— Posted at 6:18 pm · Comments: 0
QUICKLINK U.S. Supreme Court · September 15, 2008 · Secret courts
A legal newspaper in Pennsylvania has asked the U.S. Supreme Court to overturn a decision that allowed all records in a federal employment discrimination case to be hidden from the public.
The Legal Intelligencer petitioned the Supreme Court for review after the Third Circuit Court of Appealsrejected its request to intervene in Doe v. C.A.R.S. Protection Plus Inc. The newspaper sought to unseal the docket and record in Doe, a case in . . . [more]
— Rory Eastburg, 5:05 pm · Comments: 0
NEWS MEDIA UPDATE Texas · September 9, 2008 · Secret courts
In response to a media group’s push for greater access to a sweeping public corruption investigation in El Paso, Texas, the U.S. Attorney’s Office for the Western District of Texas agreed Tuesday to make available some redacted transcripts, but opposed any broader order forcing transparency in the case.
Nine defendants have so far pleaded guilty in the course of a four-year investigation that has involved dozens of local lawyers, elected officials and others, and the government pointed out that the court had already unsealed some documents from those hearings. The El Paso Media Group, which publishes The Newspaper Tree online, filed a motion to intervene last month asking the court to unseal more documents, put hearings on the public docket and explain the secrecy behind the investigation.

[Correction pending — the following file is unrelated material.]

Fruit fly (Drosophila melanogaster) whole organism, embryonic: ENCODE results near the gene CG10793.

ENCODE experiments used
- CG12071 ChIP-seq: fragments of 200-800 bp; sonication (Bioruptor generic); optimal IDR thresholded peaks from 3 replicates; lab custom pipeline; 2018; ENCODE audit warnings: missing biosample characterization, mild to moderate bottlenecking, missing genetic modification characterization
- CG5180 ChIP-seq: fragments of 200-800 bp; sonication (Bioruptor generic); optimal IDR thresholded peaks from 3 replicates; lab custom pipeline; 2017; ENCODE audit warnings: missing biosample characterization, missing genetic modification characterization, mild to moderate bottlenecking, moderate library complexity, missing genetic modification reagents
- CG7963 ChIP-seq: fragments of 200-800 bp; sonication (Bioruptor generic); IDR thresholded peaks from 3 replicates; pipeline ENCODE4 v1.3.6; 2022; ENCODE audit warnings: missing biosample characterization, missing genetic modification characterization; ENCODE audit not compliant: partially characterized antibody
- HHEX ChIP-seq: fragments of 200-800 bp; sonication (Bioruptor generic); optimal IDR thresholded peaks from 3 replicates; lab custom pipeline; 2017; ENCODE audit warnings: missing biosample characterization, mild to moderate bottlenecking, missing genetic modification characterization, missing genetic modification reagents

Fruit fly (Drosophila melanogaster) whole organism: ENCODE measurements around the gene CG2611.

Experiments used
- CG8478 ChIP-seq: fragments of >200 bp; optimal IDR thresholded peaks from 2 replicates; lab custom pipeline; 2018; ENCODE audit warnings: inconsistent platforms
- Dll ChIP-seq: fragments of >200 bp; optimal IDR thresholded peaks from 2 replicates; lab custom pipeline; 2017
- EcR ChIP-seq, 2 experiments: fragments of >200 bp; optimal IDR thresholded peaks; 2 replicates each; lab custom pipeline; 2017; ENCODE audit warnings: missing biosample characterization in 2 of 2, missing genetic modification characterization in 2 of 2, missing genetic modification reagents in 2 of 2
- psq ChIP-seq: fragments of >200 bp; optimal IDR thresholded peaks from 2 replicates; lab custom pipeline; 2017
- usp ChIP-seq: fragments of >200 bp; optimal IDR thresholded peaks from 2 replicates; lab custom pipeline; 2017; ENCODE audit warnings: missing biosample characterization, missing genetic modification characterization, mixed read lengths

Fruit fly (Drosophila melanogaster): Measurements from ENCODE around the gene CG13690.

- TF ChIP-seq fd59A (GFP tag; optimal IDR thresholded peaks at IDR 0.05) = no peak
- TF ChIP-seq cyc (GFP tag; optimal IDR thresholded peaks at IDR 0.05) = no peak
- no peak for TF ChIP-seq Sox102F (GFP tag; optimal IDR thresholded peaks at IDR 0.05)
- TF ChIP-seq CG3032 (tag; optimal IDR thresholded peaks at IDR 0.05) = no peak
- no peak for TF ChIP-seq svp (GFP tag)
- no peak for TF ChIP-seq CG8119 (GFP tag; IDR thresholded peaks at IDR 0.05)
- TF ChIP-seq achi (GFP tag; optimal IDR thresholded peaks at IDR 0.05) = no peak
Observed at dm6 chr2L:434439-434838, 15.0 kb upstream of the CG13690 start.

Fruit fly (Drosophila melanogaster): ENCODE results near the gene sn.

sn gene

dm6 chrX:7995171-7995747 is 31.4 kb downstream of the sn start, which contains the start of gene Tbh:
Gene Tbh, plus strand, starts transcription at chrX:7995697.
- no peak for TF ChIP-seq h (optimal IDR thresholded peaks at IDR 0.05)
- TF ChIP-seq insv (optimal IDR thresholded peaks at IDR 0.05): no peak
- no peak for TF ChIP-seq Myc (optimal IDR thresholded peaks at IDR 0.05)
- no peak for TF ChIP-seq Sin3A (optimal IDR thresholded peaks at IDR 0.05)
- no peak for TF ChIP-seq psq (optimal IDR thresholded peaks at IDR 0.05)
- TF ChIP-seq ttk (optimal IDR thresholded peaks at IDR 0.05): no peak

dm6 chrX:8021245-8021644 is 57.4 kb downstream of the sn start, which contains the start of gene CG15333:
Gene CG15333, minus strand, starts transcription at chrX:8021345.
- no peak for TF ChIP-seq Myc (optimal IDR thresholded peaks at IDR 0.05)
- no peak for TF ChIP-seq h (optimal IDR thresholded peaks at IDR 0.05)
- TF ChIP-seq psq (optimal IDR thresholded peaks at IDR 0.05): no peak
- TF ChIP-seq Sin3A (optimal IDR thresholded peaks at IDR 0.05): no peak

U.S. District Judge Frank Montalvo ordered the U.S. Attorney’s Office to respond by Sept. 5. The government claimed the media’s request is moot, pointing to two guilty pleas whose underlying proceedings were open -- one in 2005 and another . . . [more]
— Jason Wiederin, 5:29 pm · Comments: 0
NEWS MEDIA UPDATE Texas · August 7, 2008 · Secret courts
A long-simmering federal inquiry into public corruption in El Paso, Tex. has apparently yielded nine guilty pleas so far. Local attorneys, elected officials and judges have been swept up in the probe. Dozens of search warrants have been served, thousands of dollars seized.